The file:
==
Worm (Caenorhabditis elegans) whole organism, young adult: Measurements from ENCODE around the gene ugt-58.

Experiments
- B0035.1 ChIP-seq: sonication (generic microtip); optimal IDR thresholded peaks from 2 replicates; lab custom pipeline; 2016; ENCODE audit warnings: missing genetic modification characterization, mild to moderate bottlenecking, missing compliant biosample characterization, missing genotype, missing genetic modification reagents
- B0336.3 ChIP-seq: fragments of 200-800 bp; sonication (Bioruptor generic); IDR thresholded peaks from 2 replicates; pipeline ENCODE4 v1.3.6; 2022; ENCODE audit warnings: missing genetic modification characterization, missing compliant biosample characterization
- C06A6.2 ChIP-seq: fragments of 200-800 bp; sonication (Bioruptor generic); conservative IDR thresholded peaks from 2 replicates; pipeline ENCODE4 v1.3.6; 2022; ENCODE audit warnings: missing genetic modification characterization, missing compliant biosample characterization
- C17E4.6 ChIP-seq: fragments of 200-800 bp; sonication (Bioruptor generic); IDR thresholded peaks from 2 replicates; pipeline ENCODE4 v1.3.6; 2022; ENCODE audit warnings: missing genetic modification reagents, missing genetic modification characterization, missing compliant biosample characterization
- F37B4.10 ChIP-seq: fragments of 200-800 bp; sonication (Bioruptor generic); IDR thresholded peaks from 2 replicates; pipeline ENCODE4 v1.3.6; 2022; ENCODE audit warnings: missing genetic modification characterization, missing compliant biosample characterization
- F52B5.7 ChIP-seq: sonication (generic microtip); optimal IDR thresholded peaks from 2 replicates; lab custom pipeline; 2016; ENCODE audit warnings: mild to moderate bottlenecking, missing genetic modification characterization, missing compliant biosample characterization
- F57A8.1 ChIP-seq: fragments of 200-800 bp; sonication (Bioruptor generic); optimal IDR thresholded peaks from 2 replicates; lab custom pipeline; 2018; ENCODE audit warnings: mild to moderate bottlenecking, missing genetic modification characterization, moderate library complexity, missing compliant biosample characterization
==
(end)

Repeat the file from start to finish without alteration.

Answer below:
Worm (Caenorhabditis elegans) whole organism, young adult: Measurements from ENCODE around the gene ugt-58.

Experiments
- B0035.1 ChIP-seq: sonication (generic microtip); optimal IDR thresholded peaks from 2 replicates; lab custom pipeline; 2016; ENCODE audit warnings: missing genetic modification characterization, mild to moderate bottlenecking, missing compliant biosample characterization, missing genotype, missing genetic modification reagents
- B0336.3 ChIP-seq: fragments of 200-800 bp; sonication (Bioruptor generic); IDR thresholded peaks from 2 replicates; pipeline ENCODE4 v1.3.6; 2022; ENCODE audit warnings: missing genetic modification characterization, missing compliant biosample characterization
- C06A6.2 ChIP-seq: fragments of 200-800 bp; sonication (Bioruptor generic); conservative IDR thresholded peaks from 2 replicates; pipeline ENCODE4 v1.3.6; 2022; ENCODE audit warnings: missing genetic modification characterization, missing compliant biosample characterization
- C17E4.6 ChIP-seq: fragments of 200-800 bp; sonication (Bioruptor generic); IDR thresholded peaks from 2 replicates; pipeline ENCODE4 v1.3.6; 2022; ENCODE audit warnings: missing genetic modification reagents, missing genetic modification characterization, missing compliant biosample characterization
- F37B4.10 ChIP-seq: fragments of 200-800 bp; sonication (Bioruptor generic); IDR thresholded peaks from 2 replicates; pipeline ENCODE4 v1.3.6; 2022; ENCODE audit warnings: missing genetic modification characterization, missing compliant biosample characterization
- F52B5.7 ChIP-seq: sonication (generic microtip); optimal IDR thresholded peaks from 2 replicates; lab custom pipeline; 2016; ENCODE audit warnings: mild to moderate bottlenecking, missing genetic modification characterization, missing compliant biosample characterization
- F57A8.1 ChIP-seq: fragments of 200-800 bp; sonication (Bioruptor generic); optimal IDR thresholded peaks from 2 replicates; lab custom pipeline; 2018; ENCODE audit warnings: mild to moderate bottlenecking, missing genetic modification characterization, moderate library complexity, missing compliant biosample characterization